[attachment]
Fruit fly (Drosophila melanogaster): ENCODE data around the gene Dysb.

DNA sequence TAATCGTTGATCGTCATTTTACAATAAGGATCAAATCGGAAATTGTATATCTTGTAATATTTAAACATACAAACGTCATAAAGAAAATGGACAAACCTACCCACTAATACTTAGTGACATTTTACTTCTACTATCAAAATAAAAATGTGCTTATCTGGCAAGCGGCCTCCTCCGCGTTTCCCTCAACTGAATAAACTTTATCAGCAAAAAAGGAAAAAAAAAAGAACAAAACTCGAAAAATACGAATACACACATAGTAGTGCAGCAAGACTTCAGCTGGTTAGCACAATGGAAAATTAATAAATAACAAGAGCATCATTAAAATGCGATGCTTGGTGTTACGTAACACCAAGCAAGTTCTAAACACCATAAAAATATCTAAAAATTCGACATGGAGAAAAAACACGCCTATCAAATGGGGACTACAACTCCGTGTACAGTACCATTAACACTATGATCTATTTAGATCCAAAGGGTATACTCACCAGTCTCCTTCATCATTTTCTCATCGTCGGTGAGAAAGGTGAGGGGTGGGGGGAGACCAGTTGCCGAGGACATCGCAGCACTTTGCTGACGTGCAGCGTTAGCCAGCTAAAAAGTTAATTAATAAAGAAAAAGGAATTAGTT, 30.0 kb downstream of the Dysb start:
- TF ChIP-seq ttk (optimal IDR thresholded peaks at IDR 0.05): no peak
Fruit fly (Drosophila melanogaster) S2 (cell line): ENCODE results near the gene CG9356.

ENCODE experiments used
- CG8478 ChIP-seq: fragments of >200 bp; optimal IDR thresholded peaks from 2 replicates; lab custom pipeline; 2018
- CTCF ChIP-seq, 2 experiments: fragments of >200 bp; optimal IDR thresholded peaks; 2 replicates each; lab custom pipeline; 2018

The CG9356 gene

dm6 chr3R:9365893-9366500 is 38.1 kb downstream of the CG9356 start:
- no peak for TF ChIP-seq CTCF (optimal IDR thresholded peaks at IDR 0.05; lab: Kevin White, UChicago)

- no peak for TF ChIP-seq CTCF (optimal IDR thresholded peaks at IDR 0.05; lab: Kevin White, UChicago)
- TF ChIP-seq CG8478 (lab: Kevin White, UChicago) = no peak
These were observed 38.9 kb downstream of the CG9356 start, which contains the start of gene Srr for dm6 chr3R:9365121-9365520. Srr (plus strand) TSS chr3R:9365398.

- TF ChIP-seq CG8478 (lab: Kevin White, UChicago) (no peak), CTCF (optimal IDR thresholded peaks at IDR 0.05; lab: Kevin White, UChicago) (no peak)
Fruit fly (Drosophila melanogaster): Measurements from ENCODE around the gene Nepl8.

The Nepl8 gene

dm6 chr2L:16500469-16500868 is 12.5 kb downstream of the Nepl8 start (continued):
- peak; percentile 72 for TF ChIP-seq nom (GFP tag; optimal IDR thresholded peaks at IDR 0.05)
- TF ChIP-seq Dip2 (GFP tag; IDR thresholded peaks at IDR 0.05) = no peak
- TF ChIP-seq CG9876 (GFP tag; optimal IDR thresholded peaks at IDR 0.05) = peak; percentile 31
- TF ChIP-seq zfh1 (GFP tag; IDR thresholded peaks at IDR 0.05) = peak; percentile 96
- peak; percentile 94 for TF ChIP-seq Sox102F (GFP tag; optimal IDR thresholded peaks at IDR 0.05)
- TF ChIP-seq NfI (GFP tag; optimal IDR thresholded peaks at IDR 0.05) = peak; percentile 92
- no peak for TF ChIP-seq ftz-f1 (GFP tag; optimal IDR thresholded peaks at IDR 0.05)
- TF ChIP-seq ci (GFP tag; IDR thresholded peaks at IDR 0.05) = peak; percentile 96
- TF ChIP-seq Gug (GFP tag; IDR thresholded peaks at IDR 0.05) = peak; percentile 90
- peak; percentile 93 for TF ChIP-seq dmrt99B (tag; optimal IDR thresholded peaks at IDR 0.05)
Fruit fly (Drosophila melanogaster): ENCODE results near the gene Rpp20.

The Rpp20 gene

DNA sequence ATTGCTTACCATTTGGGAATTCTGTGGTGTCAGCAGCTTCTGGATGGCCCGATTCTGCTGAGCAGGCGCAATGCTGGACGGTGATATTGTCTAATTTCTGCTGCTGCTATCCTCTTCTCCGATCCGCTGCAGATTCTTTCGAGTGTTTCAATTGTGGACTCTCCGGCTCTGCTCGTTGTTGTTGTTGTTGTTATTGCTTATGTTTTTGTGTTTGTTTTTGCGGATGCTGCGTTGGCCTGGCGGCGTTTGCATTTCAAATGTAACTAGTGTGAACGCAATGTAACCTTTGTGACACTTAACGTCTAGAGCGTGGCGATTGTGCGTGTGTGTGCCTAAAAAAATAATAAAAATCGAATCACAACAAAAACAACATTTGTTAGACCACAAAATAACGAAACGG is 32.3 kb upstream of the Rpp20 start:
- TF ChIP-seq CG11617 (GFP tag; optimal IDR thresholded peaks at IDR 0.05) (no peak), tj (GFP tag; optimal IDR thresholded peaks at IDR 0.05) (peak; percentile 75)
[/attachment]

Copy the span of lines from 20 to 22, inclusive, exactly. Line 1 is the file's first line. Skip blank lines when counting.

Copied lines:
- TF ChIP-seq CG9876 (GFP tag; optimal IDR thresholded peaks at IDR 0.05) = peak; percentile 31
- TF ChIP-seq zfh1 (GFP tag; IDR thresholded peaks at IDR 0.05) = peak; percentile 96
- peak; percentile 94 for TF ChIP-seq Sox102F (GFP tag; optimal IDR thresholded peaks at IDR 0.05)